Traditions are beliefs or behaviors passed down from one generation to the next within a specific culture or society. Keeping traditions alive is important, as they teach subsequent generations about a shared past.
Many times, traditions are rooted in a person’s nationality, culture and/or religion. Keeping traditions alive helps to establish a centered cultural identity. For children, this is especially important for healthy emotional development. Practicing traditions together teaches common values, builds relationships and fosters a sense of belonging among the entire ohana.
Traditions also connect young children to their ohana and place of origin, providing a sense of security and continuity. This can include holidays, rites of passage and community values. Many cultural traditions have been in place for generations, and keeping them alive maintains a sense of connection to the past.
Practicing Traditions with Your Ohana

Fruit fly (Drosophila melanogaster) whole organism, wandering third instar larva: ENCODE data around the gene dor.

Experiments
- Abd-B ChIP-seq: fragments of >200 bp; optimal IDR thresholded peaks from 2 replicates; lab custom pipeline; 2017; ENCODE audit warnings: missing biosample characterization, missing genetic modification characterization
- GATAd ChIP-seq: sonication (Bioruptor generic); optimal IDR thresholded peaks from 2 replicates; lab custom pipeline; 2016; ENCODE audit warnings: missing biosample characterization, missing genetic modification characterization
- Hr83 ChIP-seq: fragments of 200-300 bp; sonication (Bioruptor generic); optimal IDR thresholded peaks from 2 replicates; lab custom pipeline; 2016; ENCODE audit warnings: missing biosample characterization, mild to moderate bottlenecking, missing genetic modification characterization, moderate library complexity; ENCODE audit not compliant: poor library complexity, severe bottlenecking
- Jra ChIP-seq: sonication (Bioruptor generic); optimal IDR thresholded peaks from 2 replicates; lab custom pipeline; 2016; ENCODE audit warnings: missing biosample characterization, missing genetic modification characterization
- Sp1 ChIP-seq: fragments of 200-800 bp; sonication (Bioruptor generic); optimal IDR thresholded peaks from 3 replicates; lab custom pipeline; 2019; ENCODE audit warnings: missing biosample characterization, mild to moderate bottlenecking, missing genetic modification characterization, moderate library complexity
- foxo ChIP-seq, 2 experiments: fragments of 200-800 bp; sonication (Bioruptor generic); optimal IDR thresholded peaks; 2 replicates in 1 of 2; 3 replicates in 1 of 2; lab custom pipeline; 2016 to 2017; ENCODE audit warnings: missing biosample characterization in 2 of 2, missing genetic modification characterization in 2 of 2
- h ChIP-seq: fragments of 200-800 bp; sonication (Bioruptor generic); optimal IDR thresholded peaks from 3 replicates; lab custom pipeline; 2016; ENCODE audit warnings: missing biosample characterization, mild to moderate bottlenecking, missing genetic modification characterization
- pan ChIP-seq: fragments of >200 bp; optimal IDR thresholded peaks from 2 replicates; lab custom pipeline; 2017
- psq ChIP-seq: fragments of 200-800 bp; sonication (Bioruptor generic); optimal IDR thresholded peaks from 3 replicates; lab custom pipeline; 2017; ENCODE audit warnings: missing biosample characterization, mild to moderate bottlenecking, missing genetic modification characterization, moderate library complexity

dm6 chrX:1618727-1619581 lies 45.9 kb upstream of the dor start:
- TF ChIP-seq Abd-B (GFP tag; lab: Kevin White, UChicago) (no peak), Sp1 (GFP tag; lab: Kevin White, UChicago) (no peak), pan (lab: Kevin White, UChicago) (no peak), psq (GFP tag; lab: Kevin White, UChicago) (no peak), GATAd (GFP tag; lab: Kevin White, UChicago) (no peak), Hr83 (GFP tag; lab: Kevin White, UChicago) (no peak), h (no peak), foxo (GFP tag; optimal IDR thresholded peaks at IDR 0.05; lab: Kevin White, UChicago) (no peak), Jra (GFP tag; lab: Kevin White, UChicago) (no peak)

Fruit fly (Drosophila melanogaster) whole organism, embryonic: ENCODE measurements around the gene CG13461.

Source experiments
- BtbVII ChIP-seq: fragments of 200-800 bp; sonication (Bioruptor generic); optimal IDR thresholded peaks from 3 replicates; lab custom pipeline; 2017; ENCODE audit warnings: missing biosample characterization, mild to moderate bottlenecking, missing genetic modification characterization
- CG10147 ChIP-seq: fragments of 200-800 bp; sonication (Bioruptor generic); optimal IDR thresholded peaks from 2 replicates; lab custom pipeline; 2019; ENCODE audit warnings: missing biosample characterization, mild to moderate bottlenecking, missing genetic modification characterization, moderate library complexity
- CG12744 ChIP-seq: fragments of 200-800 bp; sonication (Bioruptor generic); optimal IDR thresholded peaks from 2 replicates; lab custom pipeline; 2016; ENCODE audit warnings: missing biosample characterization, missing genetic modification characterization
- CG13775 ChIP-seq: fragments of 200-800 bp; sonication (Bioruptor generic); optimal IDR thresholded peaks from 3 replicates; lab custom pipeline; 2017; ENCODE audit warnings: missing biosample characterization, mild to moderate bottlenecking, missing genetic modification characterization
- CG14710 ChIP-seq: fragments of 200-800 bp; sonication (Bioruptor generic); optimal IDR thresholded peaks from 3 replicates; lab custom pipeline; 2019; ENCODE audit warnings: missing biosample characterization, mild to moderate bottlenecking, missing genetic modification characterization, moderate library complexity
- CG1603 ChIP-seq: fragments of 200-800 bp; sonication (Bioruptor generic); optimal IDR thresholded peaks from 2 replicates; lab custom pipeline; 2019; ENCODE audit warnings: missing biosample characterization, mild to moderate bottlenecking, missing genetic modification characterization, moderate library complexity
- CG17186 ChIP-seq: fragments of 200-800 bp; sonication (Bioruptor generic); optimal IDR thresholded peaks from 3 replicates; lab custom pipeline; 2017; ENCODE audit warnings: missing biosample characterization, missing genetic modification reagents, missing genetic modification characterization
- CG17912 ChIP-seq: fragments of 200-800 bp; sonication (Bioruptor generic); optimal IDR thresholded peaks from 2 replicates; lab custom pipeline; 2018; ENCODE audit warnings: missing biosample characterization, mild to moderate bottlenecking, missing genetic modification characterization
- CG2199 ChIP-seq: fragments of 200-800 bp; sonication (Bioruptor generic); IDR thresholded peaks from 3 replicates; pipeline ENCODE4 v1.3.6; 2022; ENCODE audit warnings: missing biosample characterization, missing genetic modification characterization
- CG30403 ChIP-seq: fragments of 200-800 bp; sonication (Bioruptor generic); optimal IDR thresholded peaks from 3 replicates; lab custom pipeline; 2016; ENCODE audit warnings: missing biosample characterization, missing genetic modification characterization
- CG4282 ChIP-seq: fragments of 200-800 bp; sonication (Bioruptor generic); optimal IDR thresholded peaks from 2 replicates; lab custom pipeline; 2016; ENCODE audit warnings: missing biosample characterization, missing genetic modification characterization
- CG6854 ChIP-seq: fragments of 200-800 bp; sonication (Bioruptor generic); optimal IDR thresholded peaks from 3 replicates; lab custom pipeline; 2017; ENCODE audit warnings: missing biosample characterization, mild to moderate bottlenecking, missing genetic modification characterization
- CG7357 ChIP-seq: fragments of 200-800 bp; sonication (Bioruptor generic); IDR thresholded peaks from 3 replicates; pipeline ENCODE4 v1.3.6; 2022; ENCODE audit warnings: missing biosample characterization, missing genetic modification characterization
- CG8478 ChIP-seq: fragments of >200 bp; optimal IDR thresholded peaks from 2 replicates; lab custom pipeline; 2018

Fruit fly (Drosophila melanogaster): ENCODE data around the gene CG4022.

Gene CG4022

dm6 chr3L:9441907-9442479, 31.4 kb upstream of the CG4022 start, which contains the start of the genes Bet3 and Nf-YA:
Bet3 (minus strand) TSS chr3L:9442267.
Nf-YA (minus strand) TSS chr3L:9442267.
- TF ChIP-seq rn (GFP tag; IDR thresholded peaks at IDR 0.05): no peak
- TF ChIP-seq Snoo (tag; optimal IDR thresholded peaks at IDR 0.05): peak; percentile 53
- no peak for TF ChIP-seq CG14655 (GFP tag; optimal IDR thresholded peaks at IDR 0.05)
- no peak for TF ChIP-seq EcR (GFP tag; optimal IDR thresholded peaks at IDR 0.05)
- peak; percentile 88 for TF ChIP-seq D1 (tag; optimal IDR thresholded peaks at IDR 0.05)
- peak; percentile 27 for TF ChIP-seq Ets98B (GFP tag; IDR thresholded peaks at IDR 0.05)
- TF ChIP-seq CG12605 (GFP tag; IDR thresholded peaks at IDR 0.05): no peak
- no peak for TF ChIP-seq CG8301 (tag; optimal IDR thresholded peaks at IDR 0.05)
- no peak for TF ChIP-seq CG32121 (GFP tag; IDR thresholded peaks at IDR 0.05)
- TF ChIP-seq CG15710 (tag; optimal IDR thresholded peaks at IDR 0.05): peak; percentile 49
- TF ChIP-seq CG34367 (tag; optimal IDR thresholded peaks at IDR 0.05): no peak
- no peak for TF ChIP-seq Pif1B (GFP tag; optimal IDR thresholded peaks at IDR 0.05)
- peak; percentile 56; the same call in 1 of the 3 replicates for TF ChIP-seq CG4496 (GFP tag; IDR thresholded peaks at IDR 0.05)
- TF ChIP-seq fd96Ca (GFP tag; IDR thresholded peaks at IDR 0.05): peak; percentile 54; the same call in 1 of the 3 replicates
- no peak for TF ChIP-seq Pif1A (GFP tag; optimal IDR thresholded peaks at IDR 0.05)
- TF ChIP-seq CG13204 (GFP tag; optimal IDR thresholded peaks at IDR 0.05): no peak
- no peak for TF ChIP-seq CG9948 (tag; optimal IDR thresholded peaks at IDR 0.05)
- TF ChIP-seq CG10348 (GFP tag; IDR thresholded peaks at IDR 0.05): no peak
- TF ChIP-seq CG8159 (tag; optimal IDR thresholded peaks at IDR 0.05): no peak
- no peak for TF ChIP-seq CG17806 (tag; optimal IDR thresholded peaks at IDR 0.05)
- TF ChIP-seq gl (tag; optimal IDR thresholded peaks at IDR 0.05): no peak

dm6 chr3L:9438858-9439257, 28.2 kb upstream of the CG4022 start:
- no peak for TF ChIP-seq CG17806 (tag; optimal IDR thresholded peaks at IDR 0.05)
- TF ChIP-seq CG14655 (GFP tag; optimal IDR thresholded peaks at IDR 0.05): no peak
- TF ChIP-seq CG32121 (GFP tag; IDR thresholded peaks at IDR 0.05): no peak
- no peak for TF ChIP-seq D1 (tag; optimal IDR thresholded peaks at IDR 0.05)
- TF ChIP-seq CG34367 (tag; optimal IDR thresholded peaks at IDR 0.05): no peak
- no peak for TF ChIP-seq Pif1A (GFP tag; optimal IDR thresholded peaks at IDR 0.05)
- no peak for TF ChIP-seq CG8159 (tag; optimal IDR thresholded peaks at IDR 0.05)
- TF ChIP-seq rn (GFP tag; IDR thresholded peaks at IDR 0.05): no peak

• Ensure teens and young adults actively participate in traditions, as they are often role models for younger keiki.
• When possible, practice traditions when you already have ohana time set aside, like on the weekends.
• Pursuing mutual interests, playing games, visiting a family memorial, volunteering, or going for special outing are good examples of traditions that aren't expensive and don't take a lot of time.
• Evolve beyond holidays by weaving traditions and shared activities into your lives throughout the year.
• Extended family might change over time, but core traditions can remain. If you used to have a big Thanksgiving meal at tutu’s house but she recently passed away, continue the tradition of having dinners and use some of her favorite recipes.
We create and maintain these ohana traditions because they bring meaning to shared experiences and nurture special bonds. Most importantly, traditions create good memories by fostering connection and providing a sense of belonging.